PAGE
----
The president of the European Central Bank (ECB), Christine L
agarde, is warning that a cyber-attack on a major financial institution could trigger a liquidity crisis.
The president of the European Central Bank (ECB), Christine Lagarde, has warned that a coordinated cyber-attack on major banks could trigger a liquidity crisis.
President Lagarde cited findings of a report by the European Systemic Risk Board (ESRB) that estimate the global cost of cyber attacks at between $45bn and $654bn.
“As an operator of critical infrastructures, the ECB obviously takes such threats very seriously,” Lagarde said in France on Wednesday evening.
“History shows that liquidity crises can quickly become systemic crises,” she added. “The ECB is well aware that it has a duty to be prepared and to act pre-emptively.”
President Lagarde remarked that global risks are linked, a concept is yearly illustrated in the report published by the World Economic Forum.
Below two eloquent graphs included in the Global Risks Report 2020 that show that the risk of cyber-attack has a high likelihood and a high impact.
The second graph shows the strict link between the risk of cyber attacks and other risks such as “Critical infrastructure failure” and “Social instability Social instability,” and “Fiscal crises.”
At a recent board meeting, the European Systemic Risk Board (ESRB) warned that cyber warfare represents a major source of risk to the financial system.
“Last year, the G7 announced a joint cross-border crisis management exercise on a cyber incident affecting the financial system that it carried out in June 2019, saying that cyber risks were increasing and posed a “genuine and growing threat” to the stability and integrity of the financial sector.” reported the Independent. “It was the first exercise of its kind to be by finance ministries, central banks, regulators and financial market authorities. It did not reveal
Last week, the European Central Bank has published the European framework for testing financial sector resilience to cyber attacks.
The framework aims to simulate the effects of cyber attacks on critical systems in the banking industry in the European Union.
The move is the response to the numerous cyberheists that hit the financial industry in the past years, like the attacks against the SWIFT system and the assault against online and mobile services at the Netherlands’ three top banks.
The framework also includes the involvement of “red teams” for vulnerability assessments and penetration tests of systems used by companies in the financial sector.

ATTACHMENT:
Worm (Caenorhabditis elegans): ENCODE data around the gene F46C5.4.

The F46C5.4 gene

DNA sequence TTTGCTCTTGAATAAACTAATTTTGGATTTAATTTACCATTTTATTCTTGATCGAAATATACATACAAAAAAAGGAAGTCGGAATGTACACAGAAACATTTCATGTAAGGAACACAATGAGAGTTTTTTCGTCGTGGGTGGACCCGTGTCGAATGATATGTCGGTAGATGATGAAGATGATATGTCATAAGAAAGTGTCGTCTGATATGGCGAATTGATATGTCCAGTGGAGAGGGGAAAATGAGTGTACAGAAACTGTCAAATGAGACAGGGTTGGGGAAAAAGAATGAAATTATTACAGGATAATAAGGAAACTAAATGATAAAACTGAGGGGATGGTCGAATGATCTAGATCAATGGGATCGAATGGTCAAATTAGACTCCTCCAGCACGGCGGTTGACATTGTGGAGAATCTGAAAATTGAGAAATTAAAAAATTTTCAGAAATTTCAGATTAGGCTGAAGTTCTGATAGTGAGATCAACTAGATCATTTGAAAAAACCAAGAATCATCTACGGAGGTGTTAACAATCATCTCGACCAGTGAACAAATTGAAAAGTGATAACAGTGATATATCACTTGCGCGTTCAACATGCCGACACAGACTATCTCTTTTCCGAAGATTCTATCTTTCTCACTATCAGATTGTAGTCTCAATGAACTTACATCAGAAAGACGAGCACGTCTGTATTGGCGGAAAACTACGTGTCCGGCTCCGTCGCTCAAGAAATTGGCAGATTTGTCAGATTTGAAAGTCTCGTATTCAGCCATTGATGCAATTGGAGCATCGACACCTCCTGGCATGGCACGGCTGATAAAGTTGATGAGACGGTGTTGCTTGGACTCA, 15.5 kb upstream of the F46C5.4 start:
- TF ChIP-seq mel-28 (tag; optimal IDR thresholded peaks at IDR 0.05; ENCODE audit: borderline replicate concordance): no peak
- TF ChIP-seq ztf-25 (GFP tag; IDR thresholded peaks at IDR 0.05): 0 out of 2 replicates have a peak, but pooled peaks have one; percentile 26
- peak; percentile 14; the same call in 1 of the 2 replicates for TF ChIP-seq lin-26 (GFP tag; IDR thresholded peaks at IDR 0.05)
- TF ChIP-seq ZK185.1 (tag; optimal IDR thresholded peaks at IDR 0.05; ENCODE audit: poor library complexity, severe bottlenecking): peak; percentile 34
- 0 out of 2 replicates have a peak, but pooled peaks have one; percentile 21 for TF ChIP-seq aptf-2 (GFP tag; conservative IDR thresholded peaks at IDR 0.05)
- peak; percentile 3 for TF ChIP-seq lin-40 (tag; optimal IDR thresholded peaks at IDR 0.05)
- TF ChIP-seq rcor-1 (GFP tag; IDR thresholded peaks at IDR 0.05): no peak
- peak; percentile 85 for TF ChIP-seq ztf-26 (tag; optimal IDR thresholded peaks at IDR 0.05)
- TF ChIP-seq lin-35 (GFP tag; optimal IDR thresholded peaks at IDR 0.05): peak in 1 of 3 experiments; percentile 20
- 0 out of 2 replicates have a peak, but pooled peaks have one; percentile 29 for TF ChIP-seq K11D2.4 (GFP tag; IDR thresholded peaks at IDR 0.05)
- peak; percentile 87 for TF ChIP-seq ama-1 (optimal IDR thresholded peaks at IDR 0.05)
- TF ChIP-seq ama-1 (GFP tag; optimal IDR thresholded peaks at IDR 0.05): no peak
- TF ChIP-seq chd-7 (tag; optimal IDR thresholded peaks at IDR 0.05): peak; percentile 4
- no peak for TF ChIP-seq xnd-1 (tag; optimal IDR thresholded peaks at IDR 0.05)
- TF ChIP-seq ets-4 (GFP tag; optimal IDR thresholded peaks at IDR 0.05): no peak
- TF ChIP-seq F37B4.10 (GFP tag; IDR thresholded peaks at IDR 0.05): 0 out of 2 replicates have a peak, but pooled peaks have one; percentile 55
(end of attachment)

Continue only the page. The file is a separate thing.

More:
“The European Central Bank (ECB) today publishes the European Framework for Threat Intelligence-based Ethical Red Teaming (TIBER-EU), which is the first Europe-wide framework for controlled and bespoke tests against cyber attacks in the financial market.” reads the announcement published by the ECB.
“The TIBER-EU framework facilitates a harmonised European approach towards intelligence-led tests which mimic the tactics, techniques and procedures of real hackers who can be a genuine threat. TIBER-EU based tests simulate a cyber attack on an entity’s critical functions and underlying systems, such as its people, processes and technologies. This helps the entity to assess its protection, detection and response capabilities against potential cyber attacks.”
In May 2018, the European Central Bank (ECB) published the European Framework for Threat Intelligence-based Ethical Red Teaming (TIBER-EU), which is the first Europe-wide framework for controlled and bespoke tests against cyber attacks in the financial market.
The main goal for the Framework is to facilitate testing for cross-border entities under oversight of several authorities, it aims to help organizations measure their ability in detecting and responding cyber attacks.
The instructions on how to “How to implement the European framework for Threat Intelligence-based Ethical Red Teaming” are available here.
In August 2019, the European Central Bank (ECB) announced that threat actors had access for months to the contact information of hundreds of financial industry subscribers to its newsletter.
The good news is that the BIRD website was run on an external server that is separated from the ECB infrastructure, according to the bank neither internal systems nor market-sensitive data were affected.
(SecurityAffairs – ECB, Saudi Arabia)